ere is an inside look into the experience of technology trainer Cordelia McGee-Tubb as she volunteers as a Teaching Assistant at the Canon Kip Senior Center basic skills computer class.
A few weeks ago, a woman came in who wanted help logging into her Gmail account and sending an email. I quickly rehearsed in my mind the short series of steps to complete this process so I could walk her through them as clearly as possible. But alas! Once we followed my outlined steps of going to gmail.com, typing in her username and password, and clicking Sign in, we were greeted not with her inbox but with a page asking us to associate her cellphone number with her email account. This screen was confusing for her because it broke our expected flow of logging in, viewing her inbox, and clicking the Compose button from the inbox. We read through the cellphone number page, determined she didn’t want to link the two at this time, found and clicked a button to ignore this setup step, and continued onto her inbox.
Now, I thought to myself, she can just click the big red Compose button and start typing her email! Easy! But again there was another blocker to our goal. The inbox loaded with a large box pointing out the new “Hangout” chat features, and in order to continue using her inbox, she had to click a button to close the box. The text in the box describing the new feature was very casually phrased, as if a young 20-something were explaining this new social feature to one of her friends, and I could tell it wasn’t clear how this was relevant to a senior citizen who was just trying to send an email. After she read through this text and closed the Hangout box, this woman could finally click the big red Compose button to start writing a new email.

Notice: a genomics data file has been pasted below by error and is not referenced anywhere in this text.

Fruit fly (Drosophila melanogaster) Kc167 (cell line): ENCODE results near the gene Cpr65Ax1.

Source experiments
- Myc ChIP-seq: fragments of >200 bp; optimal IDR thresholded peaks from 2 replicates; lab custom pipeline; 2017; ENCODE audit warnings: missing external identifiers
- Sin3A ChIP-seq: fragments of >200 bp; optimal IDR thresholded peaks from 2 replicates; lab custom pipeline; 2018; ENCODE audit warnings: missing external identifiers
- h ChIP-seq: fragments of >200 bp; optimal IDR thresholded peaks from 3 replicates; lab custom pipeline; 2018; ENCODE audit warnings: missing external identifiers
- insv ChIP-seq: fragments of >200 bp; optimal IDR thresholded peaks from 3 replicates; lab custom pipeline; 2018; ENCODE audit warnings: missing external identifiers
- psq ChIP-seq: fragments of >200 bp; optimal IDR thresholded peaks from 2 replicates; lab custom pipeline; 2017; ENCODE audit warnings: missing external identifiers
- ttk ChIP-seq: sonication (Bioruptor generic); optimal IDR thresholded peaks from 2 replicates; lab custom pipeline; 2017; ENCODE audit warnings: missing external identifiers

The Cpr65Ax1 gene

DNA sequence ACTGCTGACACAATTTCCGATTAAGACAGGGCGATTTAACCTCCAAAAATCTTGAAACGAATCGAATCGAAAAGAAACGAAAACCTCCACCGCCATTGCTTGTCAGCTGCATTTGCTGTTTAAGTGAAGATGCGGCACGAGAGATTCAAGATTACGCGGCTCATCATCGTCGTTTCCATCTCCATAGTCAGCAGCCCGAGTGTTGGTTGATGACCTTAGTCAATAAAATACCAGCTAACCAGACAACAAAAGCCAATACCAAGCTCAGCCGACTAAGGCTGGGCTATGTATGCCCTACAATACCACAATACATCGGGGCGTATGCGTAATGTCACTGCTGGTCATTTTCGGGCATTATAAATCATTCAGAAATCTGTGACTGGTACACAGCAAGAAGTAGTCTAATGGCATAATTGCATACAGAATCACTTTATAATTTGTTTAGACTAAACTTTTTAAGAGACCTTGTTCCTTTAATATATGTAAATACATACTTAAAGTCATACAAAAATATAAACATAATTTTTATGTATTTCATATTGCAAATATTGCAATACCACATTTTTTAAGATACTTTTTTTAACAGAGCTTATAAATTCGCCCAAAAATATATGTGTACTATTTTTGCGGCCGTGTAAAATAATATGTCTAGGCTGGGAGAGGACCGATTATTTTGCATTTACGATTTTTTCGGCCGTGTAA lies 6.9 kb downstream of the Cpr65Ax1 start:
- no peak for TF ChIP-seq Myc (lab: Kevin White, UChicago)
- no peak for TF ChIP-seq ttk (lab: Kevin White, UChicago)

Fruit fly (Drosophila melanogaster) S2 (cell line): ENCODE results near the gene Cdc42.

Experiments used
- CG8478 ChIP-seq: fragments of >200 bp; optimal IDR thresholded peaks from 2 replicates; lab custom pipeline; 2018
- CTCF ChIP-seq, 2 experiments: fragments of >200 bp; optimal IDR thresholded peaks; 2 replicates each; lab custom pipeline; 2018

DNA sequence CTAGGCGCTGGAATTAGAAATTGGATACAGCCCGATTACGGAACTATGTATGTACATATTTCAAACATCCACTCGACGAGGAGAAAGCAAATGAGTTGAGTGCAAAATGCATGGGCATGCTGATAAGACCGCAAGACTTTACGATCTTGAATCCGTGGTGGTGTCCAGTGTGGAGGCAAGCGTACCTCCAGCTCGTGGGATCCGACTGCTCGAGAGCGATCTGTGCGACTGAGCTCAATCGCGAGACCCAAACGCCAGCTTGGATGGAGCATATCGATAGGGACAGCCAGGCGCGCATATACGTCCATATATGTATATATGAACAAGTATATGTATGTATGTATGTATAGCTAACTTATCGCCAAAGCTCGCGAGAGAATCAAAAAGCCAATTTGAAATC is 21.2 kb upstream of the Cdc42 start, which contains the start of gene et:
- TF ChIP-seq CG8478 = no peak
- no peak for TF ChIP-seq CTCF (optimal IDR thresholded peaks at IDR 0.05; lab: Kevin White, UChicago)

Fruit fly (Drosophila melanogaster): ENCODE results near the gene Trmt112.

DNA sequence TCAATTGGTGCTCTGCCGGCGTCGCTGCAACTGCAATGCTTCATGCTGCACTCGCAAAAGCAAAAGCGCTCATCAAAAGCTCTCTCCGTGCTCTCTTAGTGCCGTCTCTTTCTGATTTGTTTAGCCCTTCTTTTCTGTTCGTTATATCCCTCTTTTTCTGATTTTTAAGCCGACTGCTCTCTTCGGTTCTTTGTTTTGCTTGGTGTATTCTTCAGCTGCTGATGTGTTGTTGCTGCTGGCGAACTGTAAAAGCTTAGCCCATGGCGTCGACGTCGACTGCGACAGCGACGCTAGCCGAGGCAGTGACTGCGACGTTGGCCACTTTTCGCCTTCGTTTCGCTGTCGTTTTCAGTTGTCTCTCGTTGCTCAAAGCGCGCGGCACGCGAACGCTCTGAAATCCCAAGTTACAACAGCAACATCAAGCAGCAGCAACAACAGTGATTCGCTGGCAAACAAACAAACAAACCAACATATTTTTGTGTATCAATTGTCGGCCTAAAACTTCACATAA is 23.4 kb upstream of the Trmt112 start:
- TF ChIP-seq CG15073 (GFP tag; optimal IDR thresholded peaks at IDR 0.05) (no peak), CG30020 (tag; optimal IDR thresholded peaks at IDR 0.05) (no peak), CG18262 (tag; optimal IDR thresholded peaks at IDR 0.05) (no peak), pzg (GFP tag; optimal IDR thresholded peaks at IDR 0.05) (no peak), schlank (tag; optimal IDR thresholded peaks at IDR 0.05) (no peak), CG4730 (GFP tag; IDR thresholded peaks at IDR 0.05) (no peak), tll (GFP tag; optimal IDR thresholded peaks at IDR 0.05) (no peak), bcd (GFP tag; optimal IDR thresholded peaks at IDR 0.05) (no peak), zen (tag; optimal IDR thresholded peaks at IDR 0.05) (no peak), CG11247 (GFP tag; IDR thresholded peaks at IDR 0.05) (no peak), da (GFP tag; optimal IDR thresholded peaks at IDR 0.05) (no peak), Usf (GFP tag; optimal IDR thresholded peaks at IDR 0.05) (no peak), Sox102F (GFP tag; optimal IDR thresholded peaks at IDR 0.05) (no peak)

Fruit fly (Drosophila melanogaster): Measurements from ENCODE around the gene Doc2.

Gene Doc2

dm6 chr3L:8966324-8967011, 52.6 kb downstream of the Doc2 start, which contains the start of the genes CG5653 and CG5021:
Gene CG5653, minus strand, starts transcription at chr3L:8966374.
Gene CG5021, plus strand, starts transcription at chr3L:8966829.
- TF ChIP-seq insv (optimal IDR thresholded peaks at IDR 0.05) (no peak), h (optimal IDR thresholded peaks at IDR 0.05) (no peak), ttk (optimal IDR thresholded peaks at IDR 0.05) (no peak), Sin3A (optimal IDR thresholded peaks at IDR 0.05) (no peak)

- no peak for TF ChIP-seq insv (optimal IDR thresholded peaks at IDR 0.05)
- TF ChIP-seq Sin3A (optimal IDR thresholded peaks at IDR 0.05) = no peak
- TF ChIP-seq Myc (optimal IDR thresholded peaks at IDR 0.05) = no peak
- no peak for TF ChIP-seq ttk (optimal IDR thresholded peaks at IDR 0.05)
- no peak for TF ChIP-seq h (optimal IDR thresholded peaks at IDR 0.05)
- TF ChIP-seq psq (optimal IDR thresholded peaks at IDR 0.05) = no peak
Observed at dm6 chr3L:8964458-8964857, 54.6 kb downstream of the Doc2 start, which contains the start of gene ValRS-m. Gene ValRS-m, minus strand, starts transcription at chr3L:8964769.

The blank canvas for the new email popped up in the bottom right corner of the screen, a change from Gmail’s old behavior of replacing the inbox screen with the blank canvas screen. This change was a little unexpected, but she handled it well and was soon able to start typing her new email and, some time later, to send it.
Cordelia has taken her experience in the Canon Kip lab and is applying it to her personal interests. Let’s hear what she has to say in more of her own words.
I wanted to write out each thing that happened to show how much small “improvements” to commonly used services can affect someone’s workflow. For frequent users of Gmail, especially those well-versed with the constantly changing nature of websites, these popups are a minor nuisance but easily dismissed. However, for people who do not use Gmail regularly, these popups are disorienting and can distract one from one’s goals.
Lately, in my free time, I’ve been reading a lot about user experience, particularly how to design websites such that it’s easy for the site’s users to accomplish their tasks there. This tutoring session on Gmail was really helpful for me (and I hope it was helpful for her!) because it allowed me to see firsthand how the introduction of new features can complicate things for users, and it got me thinking about ways to make changes without breaking existing flows.
A big thank you to Cordelia for all her hard work as a technology trainer at Canon Kip Senior Center!